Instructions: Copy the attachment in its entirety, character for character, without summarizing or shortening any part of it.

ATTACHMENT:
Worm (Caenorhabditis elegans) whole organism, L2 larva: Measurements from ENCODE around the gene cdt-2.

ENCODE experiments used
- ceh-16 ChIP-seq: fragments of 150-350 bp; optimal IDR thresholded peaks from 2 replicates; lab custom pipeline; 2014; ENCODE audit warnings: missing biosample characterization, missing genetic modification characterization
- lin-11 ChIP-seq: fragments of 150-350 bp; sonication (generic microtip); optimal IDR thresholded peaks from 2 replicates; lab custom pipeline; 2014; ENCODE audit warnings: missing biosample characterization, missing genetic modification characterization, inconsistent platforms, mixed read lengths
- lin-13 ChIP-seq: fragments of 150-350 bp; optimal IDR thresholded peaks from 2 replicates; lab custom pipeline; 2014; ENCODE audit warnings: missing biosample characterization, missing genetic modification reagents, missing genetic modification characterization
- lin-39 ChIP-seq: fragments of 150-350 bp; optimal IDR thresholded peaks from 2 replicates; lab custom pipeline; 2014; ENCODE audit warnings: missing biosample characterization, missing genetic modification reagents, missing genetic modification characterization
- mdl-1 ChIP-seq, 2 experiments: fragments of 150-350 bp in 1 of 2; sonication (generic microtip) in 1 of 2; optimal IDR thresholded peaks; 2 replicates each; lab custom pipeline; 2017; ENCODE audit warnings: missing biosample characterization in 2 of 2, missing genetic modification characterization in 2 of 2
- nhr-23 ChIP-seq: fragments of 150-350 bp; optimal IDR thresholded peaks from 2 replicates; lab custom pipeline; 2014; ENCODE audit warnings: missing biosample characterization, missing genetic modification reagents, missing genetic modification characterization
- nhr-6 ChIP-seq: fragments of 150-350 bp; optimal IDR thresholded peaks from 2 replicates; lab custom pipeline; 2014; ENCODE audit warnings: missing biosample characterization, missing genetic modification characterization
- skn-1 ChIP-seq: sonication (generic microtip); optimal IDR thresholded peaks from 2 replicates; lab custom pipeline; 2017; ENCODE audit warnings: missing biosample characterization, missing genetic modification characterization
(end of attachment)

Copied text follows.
Worm (Caenorhabditis elegans) whole organism, L2 larva: Measurements from ENCODE around the gene cdt-2.

ENCODE experiments used
- ceh-16 ChIP-seq: fragments of 150-350 bp; optimal IDR thresholded peaks from 2 replicates; lab custom pipeline; 2014; ENCODE audit warnings: missing biosample characterization, missing genetic modification characterization
- lin-11 ChIP-seq: fragments of 150-350 bp; sonication (generic microtip); optimal IDR thresholded peaks from 2 replicates; lab custom pipeline; 2014; ENCODE audit warnings: missing biosample characterization, missing genetic modification characterization, inconsistent platforms, mixed read lengths
- lin-13 ChIP-seq: fragments of 150-350 bp; optimal IDR thresholded peaks from 2 replicates; lab custom pipeline; 2014; ENCODE audit warnings: missing biosample characterization, missing genetic modification reagents, missing genetic modification characterization
- lin-39 ChIP-seq: fragments of 150-350 bp; optimal IDR thresholded peaks from 2 replicates; lab custom pipeline; 2014; ENCODE audit warnings: missing biosample characterization, missing genetic modification reagents, missing genetic modification characterization
- mdl-1 ChIP-seq, 2 experiments: fragments of 150-350 bp in 1 of 2; sonication (generic microtip) in 1 of 2; optimal IDR thresholded peaks; 2 replicates each; lab custom pipeline; 2017; ENCODE audit warnings: missing biosample characterization in 2 of 2, missing genetic modification characterization in 2 of 2
- nhr-23 ChIP-seq: fragments of 150-350 bp; optimal IDR thresholded peaks from 2 replicates; lab custom pipeline; 2014; ENCODE audit warnings: missing biosample characterization, missing genetic modification reagents, missing genetic modification characterization
- nhr-6 ChIP-seq: fragments of 150-350 bp; optimal IDR thresholded peaks from 2 replicates; lab custom pipeline; 2014; ENCODE audit warnings: missing biosample characterization, missing genetic modification characterization
- skn-1 ChIP-seq: sonication (generic microtip); optimal IDR thresholded peaks from 2 replicates; lab custom pipeline; 2017; ENCODE audit warnings: missing biosample characterization, missing genetic modification characterization